Aug 24, 2007 (AFP) – A media rights group Friday urged Sri Lanka to ease emergency laws that curtail freedom of expression and warned of worsening conditions in one of the world’s most dangerous places for journalists. Working conditions have deteriorated in the Tamil-populated northern district of Jaffna since fighting erupted there between government troops and Tamil Tiger rebels, the Free Media Movement (FMM) said in a statement.
“At least seven media workers including two reporters have been killed since May 2006,” the statement said, adding that one journalist was missing and the offices of three media outlets had been physically attacked.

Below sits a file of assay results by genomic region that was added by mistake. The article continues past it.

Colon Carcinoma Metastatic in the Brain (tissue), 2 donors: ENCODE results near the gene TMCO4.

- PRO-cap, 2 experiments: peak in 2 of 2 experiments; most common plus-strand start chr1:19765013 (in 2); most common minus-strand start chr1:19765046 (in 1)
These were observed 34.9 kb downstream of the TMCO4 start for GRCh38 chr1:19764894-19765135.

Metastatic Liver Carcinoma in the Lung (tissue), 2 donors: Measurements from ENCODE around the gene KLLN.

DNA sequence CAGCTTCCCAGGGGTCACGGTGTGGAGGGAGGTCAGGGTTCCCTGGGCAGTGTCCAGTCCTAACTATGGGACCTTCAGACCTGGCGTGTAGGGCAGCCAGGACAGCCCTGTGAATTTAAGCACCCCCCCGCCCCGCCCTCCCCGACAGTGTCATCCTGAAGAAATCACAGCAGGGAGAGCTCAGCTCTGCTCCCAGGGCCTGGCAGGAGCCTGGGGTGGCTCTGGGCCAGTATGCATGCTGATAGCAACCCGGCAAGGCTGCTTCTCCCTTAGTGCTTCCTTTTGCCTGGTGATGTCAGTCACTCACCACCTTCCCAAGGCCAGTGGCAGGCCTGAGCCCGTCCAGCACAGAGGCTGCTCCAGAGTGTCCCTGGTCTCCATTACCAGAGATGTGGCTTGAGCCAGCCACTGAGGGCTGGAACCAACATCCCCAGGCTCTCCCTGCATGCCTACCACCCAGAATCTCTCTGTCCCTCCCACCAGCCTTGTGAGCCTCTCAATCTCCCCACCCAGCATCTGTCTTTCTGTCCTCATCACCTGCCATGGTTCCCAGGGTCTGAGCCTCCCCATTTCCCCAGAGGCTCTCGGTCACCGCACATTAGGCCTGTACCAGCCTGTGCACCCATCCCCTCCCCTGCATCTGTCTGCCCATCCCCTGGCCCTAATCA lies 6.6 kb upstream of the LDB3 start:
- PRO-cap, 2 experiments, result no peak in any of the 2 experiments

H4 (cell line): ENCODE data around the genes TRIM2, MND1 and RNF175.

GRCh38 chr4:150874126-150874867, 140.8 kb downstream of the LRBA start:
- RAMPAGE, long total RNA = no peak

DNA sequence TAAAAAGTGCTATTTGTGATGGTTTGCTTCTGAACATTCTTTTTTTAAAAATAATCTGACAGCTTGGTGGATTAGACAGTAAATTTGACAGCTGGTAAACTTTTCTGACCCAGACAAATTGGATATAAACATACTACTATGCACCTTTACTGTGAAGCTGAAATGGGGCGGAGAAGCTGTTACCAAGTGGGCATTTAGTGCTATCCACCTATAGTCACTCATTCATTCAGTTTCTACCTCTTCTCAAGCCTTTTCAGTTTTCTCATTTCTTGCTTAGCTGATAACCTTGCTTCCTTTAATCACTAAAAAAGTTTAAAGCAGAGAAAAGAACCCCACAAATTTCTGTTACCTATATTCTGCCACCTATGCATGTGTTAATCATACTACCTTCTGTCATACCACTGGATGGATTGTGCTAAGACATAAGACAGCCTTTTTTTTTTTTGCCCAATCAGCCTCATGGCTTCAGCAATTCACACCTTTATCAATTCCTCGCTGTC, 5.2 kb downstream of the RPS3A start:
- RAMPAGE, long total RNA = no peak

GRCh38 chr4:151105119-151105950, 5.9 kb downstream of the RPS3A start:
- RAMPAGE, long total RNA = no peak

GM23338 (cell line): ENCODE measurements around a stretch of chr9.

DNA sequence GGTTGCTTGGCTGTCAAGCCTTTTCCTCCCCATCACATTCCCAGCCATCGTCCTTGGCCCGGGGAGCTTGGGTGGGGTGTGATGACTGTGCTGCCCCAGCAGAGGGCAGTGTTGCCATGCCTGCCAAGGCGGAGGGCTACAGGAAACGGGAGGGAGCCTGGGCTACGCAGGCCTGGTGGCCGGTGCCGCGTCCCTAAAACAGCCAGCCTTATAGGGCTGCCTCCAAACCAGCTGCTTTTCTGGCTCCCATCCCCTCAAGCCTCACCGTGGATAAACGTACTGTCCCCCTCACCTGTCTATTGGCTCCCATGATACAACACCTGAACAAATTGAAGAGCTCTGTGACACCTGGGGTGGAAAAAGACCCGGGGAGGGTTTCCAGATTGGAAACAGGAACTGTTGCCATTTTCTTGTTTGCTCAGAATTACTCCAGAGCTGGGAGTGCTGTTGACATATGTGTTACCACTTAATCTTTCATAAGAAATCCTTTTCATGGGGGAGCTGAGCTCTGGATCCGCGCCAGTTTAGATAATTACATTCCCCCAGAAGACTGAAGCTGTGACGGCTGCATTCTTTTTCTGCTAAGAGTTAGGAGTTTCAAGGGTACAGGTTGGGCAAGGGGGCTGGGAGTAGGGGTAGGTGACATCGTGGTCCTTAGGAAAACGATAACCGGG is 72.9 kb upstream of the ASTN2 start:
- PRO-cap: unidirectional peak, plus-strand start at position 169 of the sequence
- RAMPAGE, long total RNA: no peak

“Murders, kidnappings, threats and censorship have made Jaffna one of the world’s most dangerous places for journalists to work,” the FMM said, referring to the government-controlled peninsula.
Dozens of reporters have also fled or abandoned their work due to a climate of fear, the rights group said.
President Mahinda Rajapakse’s military offensive against the Liberation Tigers of Tamil Eelam (LTTE) has also led to abductions and extra-judicial killings, rights groups say.
At least 835 civilians were kidnapped in Jaffna district between December 2005 and